Discussion in '2nd Gen 1991-1996 1.9L SOHC' started by 1owner95, Nov 24, 2019.
I would agree with the above, but if you really want to get it off, and make it easier for the next time, then keep soaking the nut/threads with penetrating oil: As in "dripping wet", And work the nut back and forth (keeping it dripping wet) till it unscrews okay. Once you get that tubing nut off, a good slathering with any antisieze compound should be spread on the threads when it goes back together; and dont try to overtighten it. The specs for the seven or so exhaust manifold nuts is 16-19 ft-lbs. It wont matter if its the nuts is still frozen onto the stud, the torque would be the same. Be sure to put a tiny amount of antiseize compound onto the threads of the stud as you put it in.
That you got the three tiny bolts holding the heat shield off is super. I have had to melt them with my torch on a couple of my Escorts. The tiny studs-with-nuts should also get coasted with antiseize compound. Their torque spec is 3-5 ft-lbs.
Well the deed is complete, the 1owner95 is once again purring like a kitten! Thanks to all that shared their knowledge with a proud knuckle busting Escort owner like me.
I thought I'd share one thing that I tried, and was successful. After the great input on the forum, I decided to not risk doing more damage that removing the EGR line might cause. So once I had the 3 bolts out that were holding the heat shield in place, I was able to tip the shield towards the front of the car a bit more, as well as lift in slightly with my left hand. I was then able to clip the shield at the bottom with metal shears with my right hand. That allowed me to fold a piece of the shield back in order to pull it up from around those two pesky EGR line bolts. (I attached a pic that makes it easier to understand) Once the shield was out of the car, I found ALL of the manifold bolts had indeed backed out, some further than others. I re-torqued them to proper specs that you provided, and reassembled the entire thing. Started it up and the pesky "throaty" noise had vanished!
The entire event took less than an hour to complete, and now when you look under the hood, there is no evidence of what transpired due to the cut on the shield being hidden by the EGR bolts.
Lastly, I have no doubt that using the PB Blaster you recommended helped immensely. I actually used an entire can of it over the course of 4 days (cold, drive, hot, repeat) to make sure I had given myself a chance to be successful. I can't wait to share the information with the original mechanic that helped me diagnose, but he didn't want to touch it. (I don't blame him a bit) As it was pointed out, his business has to make money and they simply don't have the time to spend on it like did doing the prep work and expect a customer to pay for that time.
Thank you all once again, and it would appear that I won't have to tow it to Seabeck after all! ;-)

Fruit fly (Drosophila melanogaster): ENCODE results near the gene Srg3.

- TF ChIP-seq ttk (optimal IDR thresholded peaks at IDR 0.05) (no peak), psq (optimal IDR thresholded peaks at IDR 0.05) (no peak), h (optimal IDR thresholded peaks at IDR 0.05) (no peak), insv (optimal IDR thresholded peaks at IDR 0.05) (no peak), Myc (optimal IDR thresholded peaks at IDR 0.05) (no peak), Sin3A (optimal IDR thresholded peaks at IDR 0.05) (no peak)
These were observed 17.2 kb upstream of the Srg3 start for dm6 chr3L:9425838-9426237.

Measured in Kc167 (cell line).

Great news, and thanks for the feedback. Now we all know more.
I like the notch in the heat shield. I have an extra heat shield somewhere, with a notch like that. I hadnt thought about it, but doubtless it was made for the same reason as yours.
Folks tell me I would have made a great mechanic; but I explain that doing it as a hobby is a luxury. Doing it for a living involves that pressure to get the job done and the car out of the shop - so the next car can be brought in. Its a pretty competitive business, and if the repair shop in the next block is doing short-cuts (being less thorough, using 2nd hand parts but charging for new, etc.), you have to try to compete with them - or go broke.
Since I only work on cars for my family and never charge for it, I can take as long as I want, and work on what I want. Doing it my way, its fun.
You would have made a great mechanic for sure. My guess of your background shows a very strong inclination to teach, so I'm thinking college professor or equivalent?
One last question Professor Denisond3...while deep cleaning my interior I decided to remove the driver's seat. I had to disconnect an electrical harness in order to complete the removal. I'm wondering what that controls. Automatic seatbelts perhaps?
I think it controls the seat belt warning chime and light; turning them off when you buckle-up. The control module for the automatic seat belts is under the driver's seat. It gets input from the driver's door latch switch, the ignition being on, and of course the limits switches for the extruded aluminum track the auto seat belt slider runs in. That switch you unplugged only has to do with the little seatbelt symbol on the cluster, and the beeping if you have turned on the ignition, but not put the seat belts (shoulder and waist) on.
Thanks for the compliment. No teaching though. Most of my time was spent managing contracts for shipboard tactical processing systems. Civilians buy the ships that the sailors take into hostile waters.
When I was young I got a lot of help with my auto hobby from older hobbyists and mechanics. Now I am old; they are all dead. So its kind of up to me to help younger guys. like yourself!
That was indeed the case. Since the automatic feature failed on the driver’s side (pax still functions) I’ve been staring at that seat belt light, but too lazy to address it. I had hopes of finding one that operates to replace it, but no luck. I finally had my mechanic make it stay stationary 3 years ago. Manual belt like the manual transmission! The light is now extinguished as well. Thank you Professor!
p.s. As far as me being young, 65 is the new 40 I’m told.
The 'automatic' shoulder belt stays stationary on three of my five Escorts now, just due to the mechanism wearing and jamming up. So I just clip it on after I get in, like I do with the lap belt.
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